Webmentions, A Healthier Analytics


Analytics on personal blogs is a controversial issue. Some readers feel the site owner shouldn’t be spying on what posts they read while the owners feel analytics offer valuable insight in to what articles perform well.

Having easy access to data on which posts resonated and which didn’t can be useful for determining what areas to explore or revisit again for future posts. Just as easily however analytics can be of a detriment, by tracking how many people read an article it becomes far too easy to see every successive post as needing to do better than the last. The next post needs to be more engaging, get shared further, all in order to ensure the visitor count is higher than before. While this does help offer some incentive to continue posting content it certainly isn’t the most sustainable approach.

A post could be read by 1 less person than the previous and it would suddenly flare up as a cause for concern. What was wrong with the article? Did I misspeak? Perhaps I didn’t SEO the post enough. It’s not a healthy way to blog. The purpose of this site is to shine a light on topics that interest and inspire me, that was literally the quote on my about page for some time. It was never to attract visitors in their thousands.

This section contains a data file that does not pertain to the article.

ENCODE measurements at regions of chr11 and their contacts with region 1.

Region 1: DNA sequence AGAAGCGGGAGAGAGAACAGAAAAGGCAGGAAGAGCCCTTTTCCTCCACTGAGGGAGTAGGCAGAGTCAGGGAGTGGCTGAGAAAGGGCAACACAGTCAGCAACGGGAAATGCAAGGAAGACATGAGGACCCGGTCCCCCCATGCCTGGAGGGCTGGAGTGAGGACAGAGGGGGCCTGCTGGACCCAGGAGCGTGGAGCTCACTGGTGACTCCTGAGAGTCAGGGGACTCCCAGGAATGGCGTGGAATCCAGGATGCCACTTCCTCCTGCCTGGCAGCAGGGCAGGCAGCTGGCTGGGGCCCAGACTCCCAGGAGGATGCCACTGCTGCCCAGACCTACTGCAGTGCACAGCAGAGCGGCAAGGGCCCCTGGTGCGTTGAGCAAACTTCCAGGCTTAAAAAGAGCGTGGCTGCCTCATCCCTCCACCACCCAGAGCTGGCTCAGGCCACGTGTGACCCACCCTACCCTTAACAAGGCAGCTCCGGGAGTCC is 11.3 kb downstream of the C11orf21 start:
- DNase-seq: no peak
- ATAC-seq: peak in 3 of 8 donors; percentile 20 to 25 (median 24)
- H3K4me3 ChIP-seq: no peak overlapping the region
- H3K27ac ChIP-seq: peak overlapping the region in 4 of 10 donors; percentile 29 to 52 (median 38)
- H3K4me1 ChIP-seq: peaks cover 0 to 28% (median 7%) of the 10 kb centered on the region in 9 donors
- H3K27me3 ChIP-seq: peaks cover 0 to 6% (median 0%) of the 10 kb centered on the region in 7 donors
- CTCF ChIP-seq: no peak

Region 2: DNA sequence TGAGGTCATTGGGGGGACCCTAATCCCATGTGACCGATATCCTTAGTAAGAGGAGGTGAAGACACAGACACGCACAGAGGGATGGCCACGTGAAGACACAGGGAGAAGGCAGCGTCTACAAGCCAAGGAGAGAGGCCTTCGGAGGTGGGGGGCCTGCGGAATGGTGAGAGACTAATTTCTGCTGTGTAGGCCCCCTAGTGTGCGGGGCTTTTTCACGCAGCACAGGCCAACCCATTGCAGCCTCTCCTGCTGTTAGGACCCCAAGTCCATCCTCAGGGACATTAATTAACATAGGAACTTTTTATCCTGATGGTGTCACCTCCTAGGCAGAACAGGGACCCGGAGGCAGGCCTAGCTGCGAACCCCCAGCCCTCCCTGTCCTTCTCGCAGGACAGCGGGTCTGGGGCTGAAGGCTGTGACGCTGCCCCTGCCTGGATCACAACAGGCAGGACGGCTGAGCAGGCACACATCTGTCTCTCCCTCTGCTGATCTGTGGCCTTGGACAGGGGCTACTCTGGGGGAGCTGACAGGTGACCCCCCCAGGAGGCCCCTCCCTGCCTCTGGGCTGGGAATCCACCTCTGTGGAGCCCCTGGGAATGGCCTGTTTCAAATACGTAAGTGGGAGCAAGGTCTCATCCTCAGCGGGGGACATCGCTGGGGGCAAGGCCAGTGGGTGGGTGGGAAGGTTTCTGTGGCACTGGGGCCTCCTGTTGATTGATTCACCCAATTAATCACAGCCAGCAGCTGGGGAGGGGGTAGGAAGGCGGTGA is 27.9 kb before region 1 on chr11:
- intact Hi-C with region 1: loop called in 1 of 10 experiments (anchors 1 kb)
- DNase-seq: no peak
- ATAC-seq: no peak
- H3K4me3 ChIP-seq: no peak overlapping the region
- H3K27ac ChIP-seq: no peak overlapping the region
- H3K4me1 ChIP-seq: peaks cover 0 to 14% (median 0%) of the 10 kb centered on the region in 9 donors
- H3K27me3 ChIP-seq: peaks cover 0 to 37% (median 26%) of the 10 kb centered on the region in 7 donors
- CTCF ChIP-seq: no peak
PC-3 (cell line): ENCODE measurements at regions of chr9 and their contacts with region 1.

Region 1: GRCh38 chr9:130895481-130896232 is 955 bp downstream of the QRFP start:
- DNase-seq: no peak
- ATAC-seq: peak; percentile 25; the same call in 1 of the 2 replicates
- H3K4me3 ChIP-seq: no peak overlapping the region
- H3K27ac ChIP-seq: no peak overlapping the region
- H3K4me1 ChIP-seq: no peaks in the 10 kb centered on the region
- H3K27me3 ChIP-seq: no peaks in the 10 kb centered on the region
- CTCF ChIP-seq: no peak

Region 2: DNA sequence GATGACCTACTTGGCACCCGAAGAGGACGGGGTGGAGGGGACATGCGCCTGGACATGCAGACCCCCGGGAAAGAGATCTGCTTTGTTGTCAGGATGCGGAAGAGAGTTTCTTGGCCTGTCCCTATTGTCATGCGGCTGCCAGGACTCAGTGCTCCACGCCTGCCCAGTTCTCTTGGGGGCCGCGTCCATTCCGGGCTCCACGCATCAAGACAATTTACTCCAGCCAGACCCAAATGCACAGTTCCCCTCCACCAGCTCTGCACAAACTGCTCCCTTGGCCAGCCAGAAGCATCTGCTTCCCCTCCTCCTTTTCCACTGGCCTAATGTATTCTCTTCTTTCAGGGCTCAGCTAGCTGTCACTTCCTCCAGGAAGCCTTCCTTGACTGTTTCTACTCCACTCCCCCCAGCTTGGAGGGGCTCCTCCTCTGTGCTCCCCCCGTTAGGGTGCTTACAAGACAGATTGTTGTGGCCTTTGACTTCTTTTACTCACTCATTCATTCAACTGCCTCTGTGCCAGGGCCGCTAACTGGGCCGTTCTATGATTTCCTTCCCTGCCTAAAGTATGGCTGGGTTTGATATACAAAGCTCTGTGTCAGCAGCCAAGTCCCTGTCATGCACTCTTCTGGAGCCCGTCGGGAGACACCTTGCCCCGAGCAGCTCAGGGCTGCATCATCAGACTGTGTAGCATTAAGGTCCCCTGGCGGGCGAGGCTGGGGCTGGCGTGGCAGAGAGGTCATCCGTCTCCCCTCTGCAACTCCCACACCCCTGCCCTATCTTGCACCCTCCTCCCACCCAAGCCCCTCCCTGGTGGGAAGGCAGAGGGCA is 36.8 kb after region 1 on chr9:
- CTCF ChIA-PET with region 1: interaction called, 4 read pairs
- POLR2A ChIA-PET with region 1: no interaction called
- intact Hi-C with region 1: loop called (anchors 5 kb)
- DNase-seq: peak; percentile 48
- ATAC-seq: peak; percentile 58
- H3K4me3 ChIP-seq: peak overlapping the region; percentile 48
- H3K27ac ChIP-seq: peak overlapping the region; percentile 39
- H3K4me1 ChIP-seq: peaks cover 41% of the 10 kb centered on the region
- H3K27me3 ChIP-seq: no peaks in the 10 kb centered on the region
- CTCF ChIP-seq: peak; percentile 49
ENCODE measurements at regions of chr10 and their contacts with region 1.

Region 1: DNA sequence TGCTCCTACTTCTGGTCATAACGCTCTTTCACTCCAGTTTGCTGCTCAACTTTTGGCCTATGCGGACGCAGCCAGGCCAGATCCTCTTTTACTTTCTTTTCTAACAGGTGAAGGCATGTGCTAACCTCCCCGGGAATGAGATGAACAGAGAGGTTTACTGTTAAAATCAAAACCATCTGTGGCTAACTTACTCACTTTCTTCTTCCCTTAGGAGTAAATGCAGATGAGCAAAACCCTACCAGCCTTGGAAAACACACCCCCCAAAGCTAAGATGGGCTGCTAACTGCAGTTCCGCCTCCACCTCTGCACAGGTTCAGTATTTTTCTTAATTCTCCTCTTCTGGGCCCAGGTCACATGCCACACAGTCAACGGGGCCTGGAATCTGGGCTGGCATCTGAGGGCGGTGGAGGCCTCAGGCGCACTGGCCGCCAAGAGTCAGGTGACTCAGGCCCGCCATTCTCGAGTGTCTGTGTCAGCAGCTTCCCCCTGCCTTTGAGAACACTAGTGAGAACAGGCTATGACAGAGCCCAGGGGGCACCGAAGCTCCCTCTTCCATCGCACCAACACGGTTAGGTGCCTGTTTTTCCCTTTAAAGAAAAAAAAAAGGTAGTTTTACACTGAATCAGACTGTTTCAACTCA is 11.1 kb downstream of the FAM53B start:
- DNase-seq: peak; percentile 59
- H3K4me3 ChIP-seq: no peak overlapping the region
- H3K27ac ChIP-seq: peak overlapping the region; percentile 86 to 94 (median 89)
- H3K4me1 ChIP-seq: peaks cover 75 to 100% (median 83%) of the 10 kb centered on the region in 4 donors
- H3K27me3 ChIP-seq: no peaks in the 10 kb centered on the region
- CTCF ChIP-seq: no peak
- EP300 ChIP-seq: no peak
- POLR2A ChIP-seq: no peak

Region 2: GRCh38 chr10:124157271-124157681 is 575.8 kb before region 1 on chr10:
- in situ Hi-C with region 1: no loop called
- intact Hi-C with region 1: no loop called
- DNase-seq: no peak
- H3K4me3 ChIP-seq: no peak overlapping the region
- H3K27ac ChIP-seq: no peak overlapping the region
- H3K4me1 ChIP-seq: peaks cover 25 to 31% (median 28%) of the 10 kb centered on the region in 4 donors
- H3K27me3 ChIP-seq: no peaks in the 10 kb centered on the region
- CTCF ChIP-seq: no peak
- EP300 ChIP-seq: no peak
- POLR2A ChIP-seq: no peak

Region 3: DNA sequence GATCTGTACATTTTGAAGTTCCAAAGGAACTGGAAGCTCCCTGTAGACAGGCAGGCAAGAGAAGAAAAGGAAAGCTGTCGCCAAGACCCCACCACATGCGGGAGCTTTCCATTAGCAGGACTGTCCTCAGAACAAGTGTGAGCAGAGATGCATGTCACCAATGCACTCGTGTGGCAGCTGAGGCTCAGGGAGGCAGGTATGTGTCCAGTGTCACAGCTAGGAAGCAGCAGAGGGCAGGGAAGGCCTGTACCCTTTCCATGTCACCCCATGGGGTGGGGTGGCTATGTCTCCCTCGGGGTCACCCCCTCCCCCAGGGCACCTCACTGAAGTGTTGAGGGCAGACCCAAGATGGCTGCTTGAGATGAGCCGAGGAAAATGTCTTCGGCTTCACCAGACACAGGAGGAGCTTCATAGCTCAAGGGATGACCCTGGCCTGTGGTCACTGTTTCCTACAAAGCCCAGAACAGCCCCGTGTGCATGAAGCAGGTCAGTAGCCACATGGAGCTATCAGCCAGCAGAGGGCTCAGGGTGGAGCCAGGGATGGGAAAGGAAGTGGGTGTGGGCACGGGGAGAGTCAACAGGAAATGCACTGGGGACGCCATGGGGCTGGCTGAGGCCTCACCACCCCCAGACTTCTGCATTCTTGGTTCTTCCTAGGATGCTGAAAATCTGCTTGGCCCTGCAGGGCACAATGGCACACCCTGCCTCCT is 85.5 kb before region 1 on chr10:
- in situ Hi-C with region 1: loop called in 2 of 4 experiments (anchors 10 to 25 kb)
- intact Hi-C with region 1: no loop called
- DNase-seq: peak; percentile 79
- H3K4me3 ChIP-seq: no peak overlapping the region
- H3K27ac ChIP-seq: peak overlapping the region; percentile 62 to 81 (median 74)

Having spent the past few months reassessing the role of the internet in my life I’ve arrived at a decision.

I’m removing all analytics from the site going forward. I don’t like being tracked online and so I’m extending that same courtesy to you, the reader.

Although I feel this is the right decision, it didn’t come easy. A key reason why many insist on keeping analytics on their sites is that they worry they won’t be able to see how well their posts perform. What if someone discusses my post elsewhere and I don’t have the data to be aware of that?

The truth of the matter is that you don’t need analytics to see where your post is being discussed, you just need Webmentions. This easy to implement technology automatically alerts you when your site is mentioned elsewhere online. Regardless of platform. If someone links to your site or gives feedback elsewhere, you’ll get an alert. Webmentions is among my favourite web technologies as it offers a far more motivating way of seeing how your site is doing. Seeing people actually feel compelled to write anything at all about a post I’ve published is a far greater motivating factor than seeing a visitor counter tick up.

If this is the first time you’ve heard of webmentions and are concerned that only a few sites support it, you’ll be surprised how many blogs have either implemented it manually or the generator they use adds it automatically.

You can actually set up Webmentions for your site in under 5 minutes here and test to check you’ve got everything working here.

Analytics have their place online but it is far too easy to begin seeing them as a goal rather than a tool. Do you use analytics on your site? Do you regret removing them or has it helped clarify your goals? Let me know by leaving a comment.